Last week I took a visit to the university lake where I met a Great Cormorant. His face looked like the cross between that of a dinosaur and a gnarly troll. Given that previous description, it seems impossible for me to like this bird, but given his crafty and wily nature, his phenomenal resilience, and incredible hunting skills I could not help but enjoy the company of this prehistoric animal.
I first caught sight of the cormorant at the side of a lake, basking with his wings welcoming the sun. It is easy not to wonder why the cormorant undertakes the task of drying his wings, but I could not help but think this myself. As his looks would suggest, the Great grey Cormorant is one of the most prehistoric species, along with the Shags. Unlike the more recently evolved water bird species, the cormorants have not evolved a waxy coating on their feathers, and so understandably will get rather wet after a hunt for his fish or whatever meal is available. After becoming sodden from a hopefully successful attempt to catch dinner, the cormorant will stand on a perch for an hour if needed to dry off any water that may not be shaken off. While this characteristic is reasonably interesting, the wing drying behavioural quirk provided scientists with the ability to carry out an experiment revealing something rather more intriguing.
|One of the Coromorant standing minding his own business|
|A cormorant looking back very disapprovingly at me after folding back his wings, and ceasing
to dry his feathers
Recent research has been undertaken to study the migration behaviours of Roach fish. Through use of the cormorant feeding behaviour, evidence has been gathered to demonstrate the reasoning behind migrations. Once a cormorant has caught a fish, he will regurgitate spit balls at the perch on which he is drying his feathers on. If a fish has been pit tagged (a form of microchip-like identification), all morphometric measurements can be taken of that fish, and so we can understand what size fishes are being eaten by the cormorant. It was found that fish spending more time outside a lake would be less likely to be eaten by the cormorants, but will also be less likely to find plentiful food. In addition to this, it was found that the bigger fish were more likely to get caught. Using this information, and the information of when the fish left the lake to migrate, they found that when the risk of being predated outweighed the food benefit provided by a lake over another stream, the fish would leave the lake. Bigger fish were more likely to leave the lake, and especially so when predation pressures were high and less food was available in the lake.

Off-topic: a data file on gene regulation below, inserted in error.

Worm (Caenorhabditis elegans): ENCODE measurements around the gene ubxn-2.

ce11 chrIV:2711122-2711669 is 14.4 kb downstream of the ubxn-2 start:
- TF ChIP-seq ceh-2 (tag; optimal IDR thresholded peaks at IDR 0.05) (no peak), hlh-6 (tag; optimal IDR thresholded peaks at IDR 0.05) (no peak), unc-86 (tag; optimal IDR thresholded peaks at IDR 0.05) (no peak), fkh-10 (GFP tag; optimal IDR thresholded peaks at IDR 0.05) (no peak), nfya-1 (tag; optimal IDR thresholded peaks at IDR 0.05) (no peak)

While the cormorant is currently causing great concerns with regards to impact on current biodiversity, given past distributions I cannot help but admire the resilience of this species. Historically, cormorants were regarded as an irritating competitor for fish by fishermen, and so were nearly hunted to extinction. Since, the Great Cormorant has escalated in numbers to the 1.2 million individuals in Europe today. The Great Cormorant is now thriving in the UK, and now the species is predicted to cause incredible changes in our aquatic and terrestrial ecosystems. There are great concerns over the impacts that cormorants may have on ecosystems, with relocation of matter and microbial agents between ecosystems, and the possible food web modifications that may follow the cormorant’s population growth. It is true that in the future we may need to control cormorant populations, however it is still fantastic to see such a prehistoric creature on our doorstep, and I thoroughly enjoyed admiring the bird in the sun all the same.
This isn’t much to do with the blog, however I did think the gulls looked
brilliant sitting in a line along the concrete posts